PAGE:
Modern software development teams employ a wide array of methodologies and principles from the tried and tested Waterfall method, to more modern approaches like Agile or Kanban. Software development methodologies are useful tools for approaching the development lifecycle in an organized manner. Where they fall short however, is in what happens after development has been completed. Modern methodologies do nothing to address how a team handles their integration and deployment processes, which are an integral part of any software project.
Continuous Integration and Continuous Delivery (CI/CD)
Continuous Integration and Continuous Delivery (CI/CD) are software engineering approaches that dictate how a team handles combining individual development work, testing new code and eventually deploying applications into production. Without these tools, a software team is often left relying on outdated practices, or inefficient project pipelines that can seed confusion among developers, cause disruptions to the development cycle and push back delivery dates. With good CI/CD, a software team can avoid pushing unnecessary bugs to production, and speed delivery with automated deployment pipelines. In addition, CI/CD pipelines can be employed to enforce code consistency, run unit and integration tests, and clean up production servers to improve the efficiency of the application. The importance of Continuous Integration and Continuous Delivery is clear: providing a defined deployment pipeline and testing structure increases developer efficiency and speed time to delivery.
Continuous Integration Provides Version Control
In order to properly understand Continuous Integration, one must be familiar with common version control systems such as Git or Mercurial. These systems provide a place to store application code and view differences between files after changes have been made. Version control systems offer a paradigm called branching, in which a developer can create a copy of the source code, make changes to the source code and merge it back into the main branch without causing disruptions to other devs. The concept of Continuous Integration uses source control branching to merge developer working copies back into the mainline several times during the development cycle. The main goal of CI is to avoid conflicts and integration problems that can arise when developers work on the same files in a codebase, or a branch becomes out of date with its parent branch. By branching for things such as new features or bugs, teams decrease the time it takes to sort out multiple changes to the same files. When a developer branches for a new feature or a bug fix, the working copy can quickly become out of date as the mainline is updated with features and fixes from other devs. The longer a branch remains checked out, the worse integration into the mainline becomes. Development branches left untended can often enter ‘integration hell’, or a state where the branch’s code is so different from the mainline that it is very difficult to merge the two back together. By re-integrating a feature branch back into the mainline several times a day, developers can avoid integration hell by keeping their branches up to date. As a concept, CI is the merging of development branches back into the mainline several times a day. In practice however, CI employs a much more in-depth strategy to maintaining a code base. By setting up the version control in an organized manner, a team can not only streamline their development, but their deployment pipelines as well.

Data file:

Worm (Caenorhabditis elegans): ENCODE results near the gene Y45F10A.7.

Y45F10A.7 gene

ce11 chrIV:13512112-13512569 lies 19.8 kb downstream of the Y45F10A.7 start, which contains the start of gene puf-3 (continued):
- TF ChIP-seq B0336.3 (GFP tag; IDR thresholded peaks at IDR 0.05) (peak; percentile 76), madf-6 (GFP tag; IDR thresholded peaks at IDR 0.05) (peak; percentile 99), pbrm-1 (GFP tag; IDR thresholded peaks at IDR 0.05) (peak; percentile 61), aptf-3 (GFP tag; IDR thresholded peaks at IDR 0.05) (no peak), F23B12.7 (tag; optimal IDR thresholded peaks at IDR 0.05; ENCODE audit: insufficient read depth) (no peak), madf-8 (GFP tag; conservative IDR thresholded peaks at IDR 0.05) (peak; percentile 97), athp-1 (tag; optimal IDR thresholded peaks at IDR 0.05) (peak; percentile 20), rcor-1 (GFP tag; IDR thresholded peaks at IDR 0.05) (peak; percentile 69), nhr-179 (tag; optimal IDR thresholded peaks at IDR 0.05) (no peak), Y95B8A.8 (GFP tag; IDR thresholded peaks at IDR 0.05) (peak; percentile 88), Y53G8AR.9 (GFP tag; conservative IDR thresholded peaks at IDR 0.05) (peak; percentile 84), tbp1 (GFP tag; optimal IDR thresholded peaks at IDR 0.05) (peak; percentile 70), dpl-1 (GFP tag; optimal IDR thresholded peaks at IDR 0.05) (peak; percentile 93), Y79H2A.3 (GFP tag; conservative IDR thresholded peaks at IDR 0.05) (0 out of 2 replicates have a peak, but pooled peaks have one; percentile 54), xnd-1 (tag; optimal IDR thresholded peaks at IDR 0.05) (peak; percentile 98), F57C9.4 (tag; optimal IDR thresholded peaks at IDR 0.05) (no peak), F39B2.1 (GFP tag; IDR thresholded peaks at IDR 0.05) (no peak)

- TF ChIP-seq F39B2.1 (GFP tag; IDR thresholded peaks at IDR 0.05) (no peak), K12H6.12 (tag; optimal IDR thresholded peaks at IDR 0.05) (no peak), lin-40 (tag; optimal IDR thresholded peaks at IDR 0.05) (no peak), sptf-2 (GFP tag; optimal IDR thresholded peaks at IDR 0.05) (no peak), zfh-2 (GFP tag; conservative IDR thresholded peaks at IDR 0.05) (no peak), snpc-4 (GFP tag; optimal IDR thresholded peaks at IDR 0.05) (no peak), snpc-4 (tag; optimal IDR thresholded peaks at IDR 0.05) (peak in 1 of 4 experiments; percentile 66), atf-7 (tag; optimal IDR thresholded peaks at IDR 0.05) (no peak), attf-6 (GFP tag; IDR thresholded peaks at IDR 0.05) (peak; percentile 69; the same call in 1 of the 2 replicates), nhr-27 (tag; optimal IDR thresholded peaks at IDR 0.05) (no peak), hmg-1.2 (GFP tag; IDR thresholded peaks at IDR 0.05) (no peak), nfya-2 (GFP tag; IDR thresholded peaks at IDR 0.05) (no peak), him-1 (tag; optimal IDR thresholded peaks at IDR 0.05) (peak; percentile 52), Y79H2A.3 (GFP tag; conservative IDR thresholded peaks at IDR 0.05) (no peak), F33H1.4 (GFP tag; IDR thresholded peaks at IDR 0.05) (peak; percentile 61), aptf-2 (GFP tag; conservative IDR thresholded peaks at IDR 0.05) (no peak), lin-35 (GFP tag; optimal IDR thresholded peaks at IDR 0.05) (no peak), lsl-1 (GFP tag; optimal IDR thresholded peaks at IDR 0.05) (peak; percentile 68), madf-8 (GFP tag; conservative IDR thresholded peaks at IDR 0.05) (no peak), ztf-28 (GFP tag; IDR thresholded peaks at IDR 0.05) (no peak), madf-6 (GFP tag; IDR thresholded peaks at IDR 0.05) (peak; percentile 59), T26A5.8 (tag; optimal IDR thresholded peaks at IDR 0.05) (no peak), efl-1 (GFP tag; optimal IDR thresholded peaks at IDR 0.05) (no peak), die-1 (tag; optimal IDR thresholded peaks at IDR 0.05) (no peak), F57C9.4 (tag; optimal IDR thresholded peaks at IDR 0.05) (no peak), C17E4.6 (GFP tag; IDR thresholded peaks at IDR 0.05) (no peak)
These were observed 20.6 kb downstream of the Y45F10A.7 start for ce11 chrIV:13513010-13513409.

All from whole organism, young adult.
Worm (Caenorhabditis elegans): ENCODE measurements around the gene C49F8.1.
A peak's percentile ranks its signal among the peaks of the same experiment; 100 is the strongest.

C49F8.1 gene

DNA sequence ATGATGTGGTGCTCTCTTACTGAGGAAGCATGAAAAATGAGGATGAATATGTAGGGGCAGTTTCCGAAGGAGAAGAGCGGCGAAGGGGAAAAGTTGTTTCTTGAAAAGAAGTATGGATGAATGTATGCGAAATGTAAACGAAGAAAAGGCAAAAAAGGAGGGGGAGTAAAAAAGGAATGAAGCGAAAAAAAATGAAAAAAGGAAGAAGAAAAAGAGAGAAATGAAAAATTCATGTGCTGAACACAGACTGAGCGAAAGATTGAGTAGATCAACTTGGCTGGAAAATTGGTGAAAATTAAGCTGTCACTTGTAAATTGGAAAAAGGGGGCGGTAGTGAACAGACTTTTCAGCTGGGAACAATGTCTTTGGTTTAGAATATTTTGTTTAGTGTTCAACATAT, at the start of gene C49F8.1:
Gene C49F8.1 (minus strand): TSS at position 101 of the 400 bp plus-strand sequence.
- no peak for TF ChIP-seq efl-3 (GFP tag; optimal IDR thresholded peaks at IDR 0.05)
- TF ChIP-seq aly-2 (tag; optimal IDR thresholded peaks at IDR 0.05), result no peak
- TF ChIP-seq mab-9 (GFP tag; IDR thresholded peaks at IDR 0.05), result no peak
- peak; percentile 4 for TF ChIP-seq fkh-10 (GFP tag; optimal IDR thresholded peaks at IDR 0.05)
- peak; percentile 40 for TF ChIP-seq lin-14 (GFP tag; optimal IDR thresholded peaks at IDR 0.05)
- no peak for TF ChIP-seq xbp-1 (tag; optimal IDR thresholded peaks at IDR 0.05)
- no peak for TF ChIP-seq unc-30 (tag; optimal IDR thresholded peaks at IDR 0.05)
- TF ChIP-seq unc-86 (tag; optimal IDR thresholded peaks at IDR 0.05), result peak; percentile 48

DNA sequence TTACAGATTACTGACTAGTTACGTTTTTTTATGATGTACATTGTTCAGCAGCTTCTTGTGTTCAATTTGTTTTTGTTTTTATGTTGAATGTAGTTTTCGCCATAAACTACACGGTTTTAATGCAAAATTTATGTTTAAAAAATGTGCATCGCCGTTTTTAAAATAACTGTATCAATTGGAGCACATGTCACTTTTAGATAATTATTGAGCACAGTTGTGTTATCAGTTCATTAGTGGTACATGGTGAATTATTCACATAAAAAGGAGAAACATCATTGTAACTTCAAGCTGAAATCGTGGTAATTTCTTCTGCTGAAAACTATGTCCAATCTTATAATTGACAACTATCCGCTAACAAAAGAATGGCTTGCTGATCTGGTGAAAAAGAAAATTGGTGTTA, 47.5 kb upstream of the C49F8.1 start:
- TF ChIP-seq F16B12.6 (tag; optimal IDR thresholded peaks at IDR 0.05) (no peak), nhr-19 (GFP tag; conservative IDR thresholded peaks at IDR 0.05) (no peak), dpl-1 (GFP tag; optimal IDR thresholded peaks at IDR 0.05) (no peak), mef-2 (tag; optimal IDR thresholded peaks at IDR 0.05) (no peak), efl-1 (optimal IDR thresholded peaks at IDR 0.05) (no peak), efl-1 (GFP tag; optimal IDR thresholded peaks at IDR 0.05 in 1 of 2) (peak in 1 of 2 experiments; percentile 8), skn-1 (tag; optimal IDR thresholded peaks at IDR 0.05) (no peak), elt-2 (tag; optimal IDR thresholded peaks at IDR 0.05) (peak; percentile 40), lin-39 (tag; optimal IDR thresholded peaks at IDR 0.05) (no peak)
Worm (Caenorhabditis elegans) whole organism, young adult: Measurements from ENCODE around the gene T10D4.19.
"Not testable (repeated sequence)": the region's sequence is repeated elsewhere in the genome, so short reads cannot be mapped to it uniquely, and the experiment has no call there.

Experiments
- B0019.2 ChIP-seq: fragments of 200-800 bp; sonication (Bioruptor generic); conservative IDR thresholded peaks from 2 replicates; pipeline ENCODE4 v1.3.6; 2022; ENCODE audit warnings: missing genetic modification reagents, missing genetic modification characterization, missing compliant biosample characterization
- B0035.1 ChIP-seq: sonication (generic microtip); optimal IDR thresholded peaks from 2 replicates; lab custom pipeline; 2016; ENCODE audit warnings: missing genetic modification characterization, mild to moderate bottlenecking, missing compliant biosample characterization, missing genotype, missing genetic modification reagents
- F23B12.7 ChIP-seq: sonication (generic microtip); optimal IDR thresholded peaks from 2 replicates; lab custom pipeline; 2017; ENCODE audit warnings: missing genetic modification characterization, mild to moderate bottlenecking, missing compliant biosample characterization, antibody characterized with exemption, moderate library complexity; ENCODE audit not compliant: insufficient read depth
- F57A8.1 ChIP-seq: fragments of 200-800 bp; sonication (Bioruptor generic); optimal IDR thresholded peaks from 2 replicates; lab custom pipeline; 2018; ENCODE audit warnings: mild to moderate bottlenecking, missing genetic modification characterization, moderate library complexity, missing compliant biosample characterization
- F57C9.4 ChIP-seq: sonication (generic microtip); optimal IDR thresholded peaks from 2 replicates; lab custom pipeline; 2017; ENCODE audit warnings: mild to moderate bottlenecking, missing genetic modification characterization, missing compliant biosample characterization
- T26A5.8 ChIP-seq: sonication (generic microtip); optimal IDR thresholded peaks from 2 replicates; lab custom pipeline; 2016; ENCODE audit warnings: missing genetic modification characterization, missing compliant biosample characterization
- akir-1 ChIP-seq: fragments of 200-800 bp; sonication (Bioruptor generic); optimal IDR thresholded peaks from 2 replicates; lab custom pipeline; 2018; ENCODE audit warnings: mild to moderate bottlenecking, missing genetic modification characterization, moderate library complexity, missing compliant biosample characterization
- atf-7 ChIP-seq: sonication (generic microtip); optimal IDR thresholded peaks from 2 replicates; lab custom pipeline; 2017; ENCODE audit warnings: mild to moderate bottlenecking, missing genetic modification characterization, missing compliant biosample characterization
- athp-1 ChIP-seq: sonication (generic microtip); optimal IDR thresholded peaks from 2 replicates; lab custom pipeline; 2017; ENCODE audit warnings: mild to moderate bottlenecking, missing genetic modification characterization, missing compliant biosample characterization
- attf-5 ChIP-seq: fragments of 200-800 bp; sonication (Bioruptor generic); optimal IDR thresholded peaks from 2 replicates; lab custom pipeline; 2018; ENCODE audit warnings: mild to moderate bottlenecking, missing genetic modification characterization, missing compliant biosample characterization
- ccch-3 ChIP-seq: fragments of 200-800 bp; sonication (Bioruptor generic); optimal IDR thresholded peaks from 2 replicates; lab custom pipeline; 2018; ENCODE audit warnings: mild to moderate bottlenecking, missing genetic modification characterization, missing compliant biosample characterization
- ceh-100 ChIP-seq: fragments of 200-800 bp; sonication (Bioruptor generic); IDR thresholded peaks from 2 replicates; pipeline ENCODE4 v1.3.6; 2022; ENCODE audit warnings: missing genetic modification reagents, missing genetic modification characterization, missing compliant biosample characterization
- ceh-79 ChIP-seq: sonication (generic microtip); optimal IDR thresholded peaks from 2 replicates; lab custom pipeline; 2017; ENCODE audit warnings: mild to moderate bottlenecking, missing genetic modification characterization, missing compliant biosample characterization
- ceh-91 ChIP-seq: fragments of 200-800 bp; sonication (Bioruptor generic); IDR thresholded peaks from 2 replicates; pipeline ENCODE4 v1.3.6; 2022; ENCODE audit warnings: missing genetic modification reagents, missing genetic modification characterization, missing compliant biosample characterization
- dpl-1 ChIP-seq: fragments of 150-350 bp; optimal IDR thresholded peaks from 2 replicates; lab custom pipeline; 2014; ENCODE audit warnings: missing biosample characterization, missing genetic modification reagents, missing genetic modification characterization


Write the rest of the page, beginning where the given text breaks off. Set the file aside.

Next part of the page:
Where CI and CD Meet
Hand in hand with Continuous Integration lies the concept of Continuous Delivery. Whereas CI is a paradigm for organizing a team’s version control, CD handles what happens with the code after development and developer testing. CI and CD work well together, as the concepts employed by CI provide an efficient structure for deployment of completed code. Version control systems commonly keep track of a base branch, the top of the code tree so to speak. This base branch, called Master in Git and Default in Mercurial, is commonly used to store production ready code. CI provides the model for how developers handle the codebase from this master branch. Commonly, teams will create a staging or QA branch off of the main branch, and a development branch off of that. The development branch serves as a catchall for feature work, bug fixes, and any tweaks the team needs to make during a cycle.
Continuous Delivery Accelerates Deployment
Continuous Delivery is an approach in which a team deploys code to production during or after the completion of a development cycle. Teams will commonly set up their version control with event hooks, or special scripts that run when code is pushed to the QA or Master branches, which in turn run linters, unit tests, build the app, and deploy it to the server. Take for example a new feature on a production application. With the production code in the Master branch, and staging code in a QA branch, a developer creates a working copy of the code from a development branch and works on the feature. When the dev is satisfied that the feature is written as required, he or she runs local tests, lints the code, and submits the new feature for review. If the review goes well, the code can be merged into the QA branch, deployed to a staging server and tested, and eventually delivered into the production application. Deploying tested code into production in this manner increases developer efficiency, and speeds delivery time by avoiding unnecessary problems in the lifecycle.
Continuous Integration and Continuous Delivery are essential approaches to modern web app development. By providing dev teams with an organized, efficient development structure and deployment pipeline, software projects can get off the ground faster, produce features more efficiently, and run with fewer bugs in production.